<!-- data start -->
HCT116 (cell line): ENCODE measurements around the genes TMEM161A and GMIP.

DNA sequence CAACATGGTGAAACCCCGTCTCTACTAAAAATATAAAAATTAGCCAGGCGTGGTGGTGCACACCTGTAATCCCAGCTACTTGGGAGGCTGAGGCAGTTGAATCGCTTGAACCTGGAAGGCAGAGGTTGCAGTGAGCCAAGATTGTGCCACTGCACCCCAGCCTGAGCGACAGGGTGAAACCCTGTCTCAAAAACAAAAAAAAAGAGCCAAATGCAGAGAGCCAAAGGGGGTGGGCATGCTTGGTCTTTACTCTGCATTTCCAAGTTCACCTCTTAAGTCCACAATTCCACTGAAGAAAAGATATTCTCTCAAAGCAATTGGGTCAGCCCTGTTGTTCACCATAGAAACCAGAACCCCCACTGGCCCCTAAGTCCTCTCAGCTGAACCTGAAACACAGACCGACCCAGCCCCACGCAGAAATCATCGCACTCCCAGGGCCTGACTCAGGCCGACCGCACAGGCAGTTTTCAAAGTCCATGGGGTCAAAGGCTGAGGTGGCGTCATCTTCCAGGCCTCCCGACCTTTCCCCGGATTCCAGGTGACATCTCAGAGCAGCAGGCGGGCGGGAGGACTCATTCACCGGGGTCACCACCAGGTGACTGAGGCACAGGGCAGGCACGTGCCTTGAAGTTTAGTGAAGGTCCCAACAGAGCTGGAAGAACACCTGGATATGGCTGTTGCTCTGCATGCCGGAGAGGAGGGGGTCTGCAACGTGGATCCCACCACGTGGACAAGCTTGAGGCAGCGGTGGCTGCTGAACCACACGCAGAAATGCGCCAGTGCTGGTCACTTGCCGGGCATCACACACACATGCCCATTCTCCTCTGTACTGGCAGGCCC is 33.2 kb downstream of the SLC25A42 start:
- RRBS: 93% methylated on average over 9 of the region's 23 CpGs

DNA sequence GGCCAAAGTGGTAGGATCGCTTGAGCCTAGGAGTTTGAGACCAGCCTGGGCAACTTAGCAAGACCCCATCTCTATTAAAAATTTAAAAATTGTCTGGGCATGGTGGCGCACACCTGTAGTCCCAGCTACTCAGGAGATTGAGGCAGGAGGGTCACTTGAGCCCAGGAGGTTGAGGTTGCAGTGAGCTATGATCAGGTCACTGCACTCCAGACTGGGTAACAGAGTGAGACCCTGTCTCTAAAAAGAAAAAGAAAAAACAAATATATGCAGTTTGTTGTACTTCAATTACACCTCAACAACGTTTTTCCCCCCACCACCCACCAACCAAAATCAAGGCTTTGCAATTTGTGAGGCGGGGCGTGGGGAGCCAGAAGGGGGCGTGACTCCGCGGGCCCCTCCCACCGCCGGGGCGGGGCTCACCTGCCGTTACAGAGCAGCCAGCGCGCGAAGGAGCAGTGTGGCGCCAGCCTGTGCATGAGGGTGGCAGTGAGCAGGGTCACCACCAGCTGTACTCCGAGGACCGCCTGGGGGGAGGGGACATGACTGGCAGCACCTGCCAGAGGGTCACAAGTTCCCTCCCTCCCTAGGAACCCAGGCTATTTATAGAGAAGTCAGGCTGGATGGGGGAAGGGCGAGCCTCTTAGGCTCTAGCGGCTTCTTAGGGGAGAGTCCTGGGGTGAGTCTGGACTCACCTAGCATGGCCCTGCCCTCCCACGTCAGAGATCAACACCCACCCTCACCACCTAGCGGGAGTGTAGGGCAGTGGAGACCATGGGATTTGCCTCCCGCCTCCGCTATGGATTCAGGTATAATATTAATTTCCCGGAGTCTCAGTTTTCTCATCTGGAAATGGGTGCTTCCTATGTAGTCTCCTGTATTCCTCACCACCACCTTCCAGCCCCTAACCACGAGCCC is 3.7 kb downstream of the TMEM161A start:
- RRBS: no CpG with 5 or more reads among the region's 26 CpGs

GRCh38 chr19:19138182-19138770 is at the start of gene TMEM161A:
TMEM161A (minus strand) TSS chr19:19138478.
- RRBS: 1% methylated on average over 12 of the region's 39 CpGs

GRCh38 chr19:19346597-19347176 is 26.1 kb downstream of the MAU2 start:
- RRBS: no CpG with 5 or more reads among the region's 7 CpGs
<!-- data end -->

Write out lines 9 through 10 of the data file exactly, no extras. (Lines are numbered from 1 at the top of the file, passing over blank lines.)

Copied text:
GRCh38 chr19:19346597-19347176 is 26.1 kb downstream of the MAU2 start:
- RRBS: no CpG with 5 or more reads among the region's 7 CpGs